Fields of mobile dunes built of quartz sand characterise the Simpson and Strzelecki Deserts in the east and, in some measure, the Great Victoria Desert in the west. The vegetated and stabilised sand ridges that extend across northern Eyre and Yorke Peninsulas, the northern Adelaide Plains and the Murray Basin were active 250 000–25 000 years ago. The gibber plains of the northeast (Figure 2) and many other northern areas also are largely a product of aridity. They are mainly due to the winnowing of fine particles by the wind and occasional runoff, resulting in the concentration of coarse debris at the surface. In addition, in areas underlain by hydrophilic or cracking clays alternations of wetting and drying, swelling and contraction (gilgai action), cause churning. This has left gravels or other large fragments stranded at the surface forming a surficial carapace and the well-known gibber plains of such areas as Sturt Stony Desert.
Interspersed with the dunefields and the stony desert are numerous salt lakes or salinas and, notably, ‘lakes’ Eyre, Torrens, Frome, Blanche, Callabonna and Gregory. Large salinas are also found within the Gawler Ranges and Arcoona Plateau (‘lakes’ Gairdner, Acraman, Harris and MacFarlane, and Island Lagoon). Lake Acraman is especially interesting for it occupies the site of a meteorite impact 600 million years ago (mya). Though some now are mined for gypsum and halite, that these salinas are still referred to as lakes serves as a reminder that they promised much but delivered nothing but disappointment, for they did not provide usable water.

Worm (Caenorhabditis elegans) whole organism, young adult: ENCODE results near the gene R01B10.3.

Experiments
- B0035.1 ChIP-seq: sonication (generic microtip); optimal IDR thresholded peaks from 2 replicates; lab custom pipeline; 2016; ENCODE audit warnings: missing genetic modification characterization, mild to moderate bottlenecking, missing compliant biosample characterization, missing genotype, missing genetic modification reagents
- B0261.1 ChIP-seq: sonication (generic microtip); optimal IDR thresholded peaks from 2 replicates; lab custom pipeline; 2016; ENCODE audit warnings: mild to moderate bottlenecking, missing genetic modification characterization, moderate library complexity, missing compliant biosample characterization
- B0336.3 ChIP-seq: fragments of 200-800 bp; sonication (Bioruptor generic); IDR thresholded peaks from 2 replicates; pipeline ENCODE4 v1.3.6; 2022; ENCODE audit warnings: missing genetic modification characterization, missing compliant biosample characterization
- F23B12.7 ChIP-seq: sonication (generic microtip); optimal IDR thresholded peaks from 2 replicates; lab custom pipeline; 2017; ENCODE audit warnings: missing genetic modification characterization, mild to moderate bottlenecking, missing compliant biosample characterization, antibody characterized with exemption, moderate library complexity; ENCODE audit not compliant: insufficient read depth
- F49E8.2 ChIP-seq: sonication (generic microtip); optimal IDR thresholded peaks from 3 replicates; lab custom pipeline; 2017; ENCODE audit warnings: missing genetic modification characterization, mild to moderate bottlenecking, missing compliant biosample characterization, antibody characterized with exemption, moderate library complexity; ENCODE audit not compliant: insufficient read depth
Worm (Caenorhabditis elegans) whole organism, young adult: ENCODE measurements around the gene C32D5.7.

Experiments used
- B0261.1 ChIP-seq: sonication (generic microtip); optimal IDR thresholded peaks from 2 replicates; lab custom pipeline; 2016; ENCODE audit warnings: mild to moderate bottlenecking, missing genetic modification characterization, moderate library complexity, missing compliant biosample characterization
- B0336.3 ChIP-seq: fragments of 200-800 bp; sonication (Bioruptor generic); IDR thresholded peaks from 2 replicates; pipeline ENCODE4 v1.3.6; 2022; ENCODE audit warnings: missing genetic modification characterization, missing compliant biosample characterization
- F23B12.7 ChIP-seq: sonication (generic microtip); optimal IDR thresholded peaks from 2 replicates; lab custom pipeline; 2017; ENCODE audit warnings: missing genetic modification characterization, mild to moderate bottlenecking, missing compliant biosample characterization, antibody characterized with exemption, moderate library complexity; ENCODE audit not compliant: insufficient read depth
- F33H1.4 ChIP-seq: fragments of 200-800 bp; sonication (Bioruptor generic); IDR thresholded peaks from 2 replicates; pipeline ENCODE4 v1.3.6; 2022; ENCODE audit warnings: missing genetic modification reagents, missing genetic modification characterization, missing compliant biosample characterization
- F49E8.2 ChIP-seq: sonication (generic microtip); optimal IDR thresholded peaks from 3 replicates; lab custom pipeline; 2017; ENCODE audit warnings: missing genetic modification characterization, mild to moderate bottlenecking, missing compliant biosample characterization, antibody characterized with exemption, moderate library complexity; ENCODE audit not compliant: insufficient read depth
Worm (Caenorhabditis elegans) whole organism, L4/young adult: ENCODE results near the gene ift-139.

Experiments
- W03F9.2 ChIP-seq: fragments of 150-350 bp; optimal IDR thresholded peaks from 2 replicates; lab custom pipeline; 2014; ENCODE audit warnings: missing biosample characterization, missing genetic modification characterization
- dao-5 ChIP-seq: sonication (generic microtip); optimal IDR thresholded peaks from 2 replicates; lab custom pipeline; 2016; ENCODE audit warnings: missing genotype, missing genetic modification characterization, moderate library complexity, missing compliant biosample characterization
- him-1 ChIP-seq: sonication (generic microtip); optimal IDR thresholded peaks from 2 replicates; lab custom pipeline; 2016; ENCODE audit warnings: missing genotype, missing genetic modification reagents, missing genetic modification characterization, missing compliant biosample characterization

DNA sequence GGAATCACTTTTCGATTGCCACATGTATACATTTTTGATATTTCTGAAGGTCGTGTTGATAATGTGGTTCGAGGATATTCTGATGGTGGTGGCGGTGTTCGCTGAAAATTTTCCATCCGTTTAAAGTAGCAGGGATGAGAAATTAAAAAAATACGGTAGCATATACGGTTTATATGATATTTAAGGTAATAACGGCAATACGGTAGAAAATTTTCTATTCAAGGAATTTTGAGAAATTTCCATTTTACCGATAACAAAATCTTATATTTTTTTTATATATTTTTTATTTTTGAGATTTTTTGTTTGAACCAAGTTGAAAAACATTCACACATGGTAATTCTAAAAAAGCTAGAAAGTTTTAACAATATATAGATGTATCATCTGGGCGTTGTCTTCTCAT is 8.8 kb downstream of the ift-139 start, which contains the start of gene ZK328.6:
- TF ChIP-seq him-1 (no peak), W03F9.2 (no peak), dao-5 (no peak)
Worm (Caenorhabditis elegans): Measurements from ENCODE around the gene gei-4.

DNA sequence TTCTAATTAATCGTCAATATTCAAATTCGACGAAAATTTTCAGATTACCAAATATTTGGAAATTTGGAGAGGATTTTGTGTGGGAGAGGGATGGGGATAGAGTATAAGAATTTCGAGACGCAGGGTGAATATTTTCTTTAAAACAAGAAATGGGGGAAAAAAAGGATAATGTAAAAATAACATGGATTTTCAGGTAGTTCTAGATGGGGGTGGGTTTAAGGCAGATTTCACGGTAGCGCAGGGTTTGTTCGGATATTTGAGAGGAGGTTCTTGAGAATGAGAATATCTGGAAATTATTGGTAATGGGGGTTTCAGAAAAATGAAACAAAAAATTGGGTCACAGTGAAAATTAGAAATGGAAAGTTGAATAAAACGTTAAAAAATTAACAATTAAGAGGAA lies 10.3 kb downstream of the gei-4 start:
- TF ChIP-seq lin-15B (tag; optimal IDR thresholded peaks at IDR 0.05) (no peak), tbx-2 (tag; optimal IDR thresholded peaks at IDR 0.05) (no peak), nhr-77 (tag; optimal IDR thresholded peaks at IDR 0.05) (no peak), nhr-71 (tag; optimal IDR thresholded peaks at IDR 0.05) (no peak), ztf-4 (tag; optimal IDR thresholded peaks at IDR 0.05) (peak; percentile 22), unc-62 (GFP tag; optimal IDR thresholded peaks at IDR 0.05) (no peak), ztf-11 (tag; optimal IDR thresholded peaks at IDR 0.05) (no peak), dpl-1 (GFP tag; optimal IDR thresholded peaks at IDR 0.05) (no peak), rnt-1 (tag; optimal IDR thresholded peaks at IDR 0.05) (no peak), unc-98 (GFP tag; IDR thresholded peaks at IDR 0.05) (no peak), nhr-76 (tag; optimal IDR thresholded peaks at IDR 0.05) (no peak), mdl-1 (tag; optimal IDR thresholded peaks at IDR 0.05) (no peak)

Cold conditions also produce typical landforms. The glaciations of the Quaternary period – the last 2 000 000 years or so – did not directly affect South Australia but the Permian glaciation, some 270mya, finds expression in the well-known striated and polished pavements of such sites as Hallett Cove and the Inman Valley (notably visible at Selwyn’s Rock). The ironstone or laterite of Kangaroo Island, the Mt Lofty Ranges and the Lincoln Uplands is a relic of humid tropical conditions that obtained in a later Tertiary development (2–5my old), whereas others consign the laterite of southern South Australia to the Triassic (with an age of c. 200my). The silcrete-capped plateaux of the arid northeast of the state and adjacent areas formed in the Eocene about 60mya and in humid conditions, but similar materials of much younger (Miocene) are reported from drainage channels in the north of the Gawler Craton.